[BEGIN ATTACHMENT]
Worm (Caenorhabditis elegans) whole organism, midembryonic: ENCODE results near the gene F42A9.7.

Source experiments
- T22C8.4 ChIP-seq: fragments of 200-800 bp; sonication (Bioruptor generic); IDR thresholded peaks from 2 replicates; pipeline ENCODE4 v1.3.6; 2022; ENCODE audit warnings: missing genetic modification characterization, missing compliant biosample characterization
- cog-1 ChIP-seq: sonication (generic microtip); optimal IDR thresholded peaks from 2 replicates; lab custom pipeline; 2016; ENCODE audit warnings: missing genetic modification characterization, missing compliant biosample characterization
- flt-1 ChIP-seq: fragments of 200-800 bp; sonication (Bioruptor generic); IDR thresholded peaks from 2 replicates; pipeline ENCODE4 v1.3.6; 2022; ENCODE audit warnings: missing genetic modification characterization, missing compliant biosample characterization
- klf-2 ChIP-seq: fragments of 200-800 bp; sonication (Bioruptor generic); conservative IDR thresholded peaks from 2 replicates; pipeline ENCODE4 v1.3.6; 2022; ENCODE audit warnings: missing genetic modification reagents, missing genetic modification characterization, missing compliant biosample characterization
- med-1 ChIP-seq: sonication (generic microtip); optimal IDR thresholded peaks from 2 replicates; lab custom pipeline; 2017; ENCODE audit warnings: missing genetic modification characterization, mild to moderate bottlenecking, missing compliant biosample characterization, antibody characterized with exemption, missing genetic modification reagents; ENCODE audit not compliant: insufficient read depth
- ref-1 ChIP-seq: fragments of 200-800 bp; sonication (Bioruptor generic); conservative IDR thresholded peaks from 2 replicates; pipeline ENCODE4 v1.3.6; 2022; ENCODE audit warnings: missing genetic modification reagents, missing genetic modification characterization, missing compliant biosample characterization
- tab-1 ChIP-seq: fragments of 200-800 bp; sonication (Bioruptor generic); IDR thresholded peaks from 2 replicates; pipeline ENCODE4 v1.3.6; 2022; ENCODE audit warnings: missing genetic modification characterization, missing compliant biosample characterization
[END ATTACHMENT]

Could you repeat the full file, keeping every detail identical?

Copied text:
Worm (Caenorhabditis elegans) whole organism, midembryonic: ENCODE results near the gene F42A9.7.

Source experiments
- T22C8.4 ChIP-seq: fragments of 200-800 bp; sonication (Bioruptor generic); IDR thresholded peaks from 2 replicates; pipeline ENCODE4 v1.3.6; 2022; ENCODE audit warnings: missing genetic modification characterization, missing compliant biosample characterization
- cog-1 ChIP-seq: sonication (generic microtip); optimal IDR thresholded peaks from 2 replicates; lab custom pipeline; 2016; ENCODE audit warnings: missing genetic modification characterization, missing compliant biosample characterization
- flt-1 ChIP-seq: fragments of 200-800 bp; sonication (Bioruptor generic); IDR thresholded peaks from 2 replicates; pipeline ENCODE4 v1.3.6; 2022; ENCODE audit warnings: missing genetic modification characterization, missing compliant biosample characterization
- klf-2 ChIP-seq: fragments of 200-800 bp; sonication (Bioruptor generic); conservative IDR thresholded peaks from 2 replicates; pipeline ENCODE4 v1.3.6; 2022; ENCODE audit warnings: missing genetic modification reagents, missing genetic modification characterization, missing compliant biosample characterization
- med-1 ChIP-seq: sonication (generic microtip); optimal IDR thresholded peaks from 2 replicates; lab custom pipeline; 2017; ENCODE audit warnings: missing genetic modification characterization, mild to moderate bottlenecking, missing compliant biosample characterization, antibody characterized with exemption, missing genetic modification reagents; ENCODE audit not compliant: insufficient read depth
- ref-1 ChIP-seq: fragments of 200-800 bp; sonication (Bioruptor generic); conservative IDR thresholded peaks from 2 replicates; pipeline ENCODE4 v1.3.6; 2022; ENCODE audit warnings: missing genetic modification reagents, missing genetic modification characterization, missing compliant biosample characterization
- tab-1 ChIP-seq: fragments of 200-800 bp; sonication (Bioruptor generic); IDR thresholded peaks from 2 replicates; pipeline ENCODE4 v1.3.6; 2022; ENCODE audit warnings: missing genetic modification characterization, missing compliant biosample characterization